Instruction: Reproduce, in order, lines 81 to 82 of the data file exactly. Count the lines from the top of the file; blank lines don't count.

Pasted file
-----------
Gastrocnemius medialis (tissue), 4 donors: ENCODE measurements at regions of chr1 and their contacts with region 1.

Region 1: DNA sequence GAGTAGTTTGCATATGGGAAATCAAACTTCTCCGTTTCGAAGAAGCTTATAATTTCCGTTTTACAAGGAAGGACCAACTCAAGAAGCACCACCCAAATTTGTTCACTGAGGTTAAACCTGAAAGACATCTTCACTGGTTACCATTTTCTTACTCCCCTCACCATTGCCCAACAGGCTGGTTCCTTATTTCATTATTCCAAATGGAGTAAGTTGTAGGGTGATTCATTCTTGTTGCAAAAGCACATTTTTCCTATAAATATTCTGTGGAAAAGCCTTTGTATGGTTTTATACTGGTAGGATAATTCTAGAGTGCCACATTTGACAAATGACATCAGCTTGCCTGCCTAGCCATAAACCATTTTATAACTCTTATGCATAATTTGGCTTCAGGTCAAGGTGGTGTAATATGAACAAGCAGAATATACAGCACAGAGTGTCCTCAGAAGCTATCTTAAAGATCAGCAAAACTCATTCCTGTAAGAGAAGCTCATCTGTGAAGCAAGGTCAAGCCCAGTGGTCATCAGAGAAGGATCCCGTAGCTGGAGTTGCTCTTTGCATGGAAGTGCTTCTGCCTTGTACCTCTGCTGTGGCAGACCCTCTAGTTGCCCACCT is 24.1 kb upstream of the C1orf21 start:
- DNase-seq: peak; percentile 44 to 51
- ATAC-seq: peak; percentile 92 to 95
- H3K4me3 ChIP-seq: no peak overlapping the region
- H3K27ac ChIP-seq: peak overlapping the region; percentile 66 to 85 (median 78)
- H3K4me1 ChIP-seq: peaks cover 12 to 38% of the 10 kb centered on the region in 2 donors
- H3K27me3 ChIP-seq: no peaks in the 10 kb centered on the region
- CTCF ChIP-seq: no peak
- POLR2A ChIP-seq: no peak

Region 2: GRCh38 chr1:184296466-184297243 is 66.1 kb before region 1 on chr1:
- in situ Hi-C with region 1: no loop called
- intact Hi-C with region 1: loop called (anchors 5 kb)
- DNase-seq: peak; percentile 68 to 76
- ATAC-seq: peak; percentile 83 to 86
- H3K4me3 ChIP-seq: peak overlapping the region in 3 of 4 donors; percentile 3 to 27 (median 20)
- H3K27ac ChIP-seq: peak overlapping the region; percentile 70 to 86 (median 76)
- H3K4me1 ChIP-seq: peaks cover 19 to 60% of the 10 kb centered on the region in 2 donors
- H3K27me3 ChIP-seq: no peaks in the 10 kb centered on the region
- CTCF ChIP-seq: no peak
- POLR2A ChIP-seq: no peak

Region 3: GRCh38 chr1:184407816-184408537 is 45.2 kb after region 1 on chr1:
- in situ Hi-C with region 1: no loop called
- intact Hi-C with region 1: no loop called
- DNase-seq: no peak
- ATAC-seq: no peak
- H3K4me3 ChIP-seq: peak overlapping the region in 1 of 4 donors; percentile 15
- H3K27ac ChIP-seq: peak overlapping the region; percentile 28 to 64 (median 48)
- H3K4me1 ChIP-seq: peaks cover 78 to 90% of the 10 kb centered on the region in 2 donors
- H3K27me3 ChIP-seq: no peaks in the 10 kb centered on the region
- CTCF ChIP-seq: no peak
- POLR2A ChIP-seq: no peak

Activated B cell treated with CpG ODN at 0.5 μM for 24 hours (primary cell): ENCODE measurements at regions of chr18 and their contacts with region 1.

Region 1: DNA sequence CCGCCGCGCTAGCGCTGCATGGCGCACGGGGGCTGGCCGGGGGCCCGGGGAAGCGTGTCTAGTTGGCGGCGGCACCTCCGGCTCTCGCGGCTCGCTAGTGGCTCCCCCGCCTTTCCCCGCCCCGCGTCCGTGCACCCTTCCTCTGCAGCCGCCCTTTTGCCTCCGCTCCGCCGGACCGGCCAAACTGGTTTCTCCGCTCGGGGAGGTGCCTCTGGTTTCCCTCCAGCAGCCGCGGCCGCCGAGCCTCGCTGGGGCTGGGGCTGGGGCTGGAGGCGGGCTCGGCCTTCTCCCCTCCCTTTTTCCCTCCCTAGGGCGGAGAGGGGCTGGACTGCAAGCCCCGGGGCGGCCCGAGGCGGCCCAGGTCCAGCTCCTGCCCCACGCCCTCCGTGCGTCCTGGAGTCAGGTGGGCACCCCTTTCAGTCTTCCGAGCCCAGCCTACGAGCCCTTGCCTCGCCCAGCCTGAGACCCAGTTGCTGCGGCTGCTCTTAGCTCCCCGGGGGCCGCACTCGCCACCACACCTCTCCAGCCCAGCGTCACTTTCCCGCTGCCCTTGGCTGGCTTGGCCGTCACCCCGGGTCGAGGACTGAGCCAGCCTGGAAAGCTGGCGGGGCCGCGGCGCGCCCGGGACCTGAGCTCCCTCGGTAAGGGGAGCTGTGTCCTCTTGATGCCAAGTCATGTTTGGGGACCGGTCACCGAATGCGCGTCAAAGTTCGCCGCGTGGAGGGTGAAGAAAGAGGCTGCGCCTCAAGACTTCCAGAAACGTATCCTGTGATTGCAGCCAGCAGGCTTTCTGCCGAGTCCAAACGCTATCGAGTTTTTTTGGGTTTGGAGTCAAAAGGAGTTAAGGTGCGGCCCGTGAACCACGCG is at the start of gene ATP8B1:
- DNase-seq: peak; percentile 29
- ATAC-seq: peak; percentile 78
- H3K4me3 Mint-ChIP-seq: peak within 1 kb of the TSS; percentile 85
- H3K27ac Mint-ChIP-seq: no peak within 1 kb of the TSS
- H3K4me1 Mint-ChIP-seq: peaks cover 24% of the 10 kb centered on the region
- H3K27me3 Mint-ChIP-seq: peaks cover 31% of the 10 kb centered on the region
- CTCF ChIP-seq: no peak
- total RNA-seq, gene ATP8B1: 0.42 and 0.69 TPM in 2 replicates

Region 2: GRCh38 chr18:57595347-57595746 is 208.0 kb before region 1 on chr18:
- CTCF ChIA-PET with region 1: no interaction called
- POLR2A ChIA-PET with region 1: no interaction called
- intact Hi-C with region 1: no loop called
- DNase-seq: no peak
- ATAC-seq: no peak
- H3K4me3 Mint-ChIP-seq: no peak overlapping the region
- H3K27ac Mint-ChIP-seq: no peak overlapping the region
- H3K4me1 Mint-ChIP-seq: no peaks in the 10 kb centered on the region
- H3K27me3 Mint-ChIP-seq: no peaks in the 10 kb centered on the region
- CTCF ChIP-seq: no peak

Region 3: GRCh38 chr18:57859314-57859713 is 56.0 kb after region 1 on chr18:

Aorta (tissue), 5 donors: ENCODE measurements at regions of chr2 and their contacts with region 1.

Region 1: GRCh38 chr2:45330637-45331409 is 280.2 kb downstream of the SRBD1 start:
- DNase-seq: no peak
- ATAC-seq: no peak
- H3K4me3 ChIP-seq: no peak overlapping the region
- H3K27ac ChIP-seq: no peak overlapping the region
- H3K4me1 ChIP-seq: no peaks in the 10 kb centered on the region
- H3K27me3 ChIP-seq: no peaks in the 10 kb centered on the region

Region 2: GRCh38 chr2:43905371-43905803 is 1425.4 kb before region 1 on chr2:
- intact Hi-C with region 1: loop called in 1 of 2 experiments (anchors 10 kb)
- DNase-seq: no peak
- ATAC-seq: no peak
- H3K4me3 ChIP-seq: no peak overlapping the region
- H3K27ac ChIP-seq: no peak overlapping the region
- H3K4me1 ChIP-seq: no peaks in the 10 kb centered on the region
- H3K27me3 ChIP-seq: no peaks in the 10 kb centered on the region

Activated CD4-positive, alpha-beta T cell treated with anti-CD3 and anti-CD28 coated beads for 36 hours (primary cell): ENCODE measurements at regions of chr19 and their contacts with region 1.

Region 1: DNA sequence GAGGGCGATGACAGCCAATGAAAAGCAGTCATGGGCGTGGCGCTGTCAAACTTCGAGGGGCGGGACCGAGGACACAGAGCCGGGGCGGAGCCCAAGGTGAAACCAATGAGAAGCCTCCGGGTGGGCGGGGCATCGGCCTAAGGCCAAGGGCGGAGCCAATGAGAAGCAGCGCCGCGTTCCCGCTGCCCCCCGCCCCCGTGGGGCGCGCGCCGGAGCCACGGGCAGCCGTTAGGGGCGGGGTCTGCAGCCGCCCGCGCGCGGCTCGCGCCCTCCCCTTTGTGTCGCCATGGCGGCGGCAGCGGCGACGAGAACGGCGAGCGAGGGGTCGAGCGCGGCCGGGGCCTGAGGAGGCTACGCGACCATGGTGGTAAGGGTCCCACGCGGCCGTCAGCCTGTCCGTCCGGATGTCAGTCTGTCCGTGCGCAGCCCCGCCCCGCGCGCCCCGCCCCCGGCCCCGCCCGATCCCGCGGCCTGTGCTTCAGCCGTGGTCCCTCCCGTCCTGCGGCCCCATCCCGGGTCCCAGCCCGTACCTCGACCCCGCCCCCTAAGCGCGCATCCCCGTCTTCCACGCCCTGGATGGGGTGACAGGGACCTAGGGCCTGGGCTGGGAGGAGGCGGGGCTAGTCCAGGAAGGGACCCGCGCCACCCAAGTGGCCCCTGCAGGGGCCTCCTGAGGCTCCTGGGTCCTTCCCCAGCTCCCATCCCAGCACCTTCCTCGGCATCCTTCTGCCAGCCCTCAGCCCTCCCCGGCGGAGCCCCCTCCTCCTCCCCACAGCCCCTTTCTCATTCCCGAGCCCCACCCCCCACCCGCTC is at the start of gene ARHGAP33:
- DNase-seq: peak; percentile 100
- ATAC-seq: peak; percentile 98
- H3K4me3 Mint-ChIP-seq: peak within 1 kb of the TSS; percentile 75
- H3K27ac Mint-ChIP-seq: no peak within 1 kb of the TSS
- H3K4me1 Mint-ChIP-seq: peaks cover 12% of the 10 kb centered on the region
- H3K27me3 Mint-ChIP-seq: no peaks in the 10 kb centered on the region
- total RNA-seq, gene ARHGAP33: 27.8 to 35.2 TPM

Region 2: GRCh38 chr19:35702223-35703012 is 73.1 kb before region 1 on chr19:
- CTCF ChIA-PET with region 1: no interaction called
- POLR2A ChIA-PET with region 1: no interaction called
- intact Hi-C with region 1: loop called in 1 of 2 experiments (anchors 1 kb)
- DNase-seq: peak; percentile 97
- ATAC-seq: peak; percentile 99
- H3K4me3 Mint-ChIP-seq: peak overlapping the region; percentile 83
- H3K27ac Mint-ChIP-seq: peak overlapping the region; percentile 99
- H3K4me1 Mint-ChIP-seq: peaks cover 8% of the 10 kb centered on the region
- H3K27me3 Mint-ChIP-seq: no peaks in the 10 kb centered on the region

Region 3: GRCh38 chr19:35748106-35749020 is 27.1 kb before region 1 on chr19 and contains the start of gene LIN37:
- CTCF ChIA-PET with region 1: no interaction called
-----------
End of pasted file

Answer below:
- CTCF ChIA-PET with region 1: no interaction called
- POLR2A ChIA-PET with region 1: no interaction called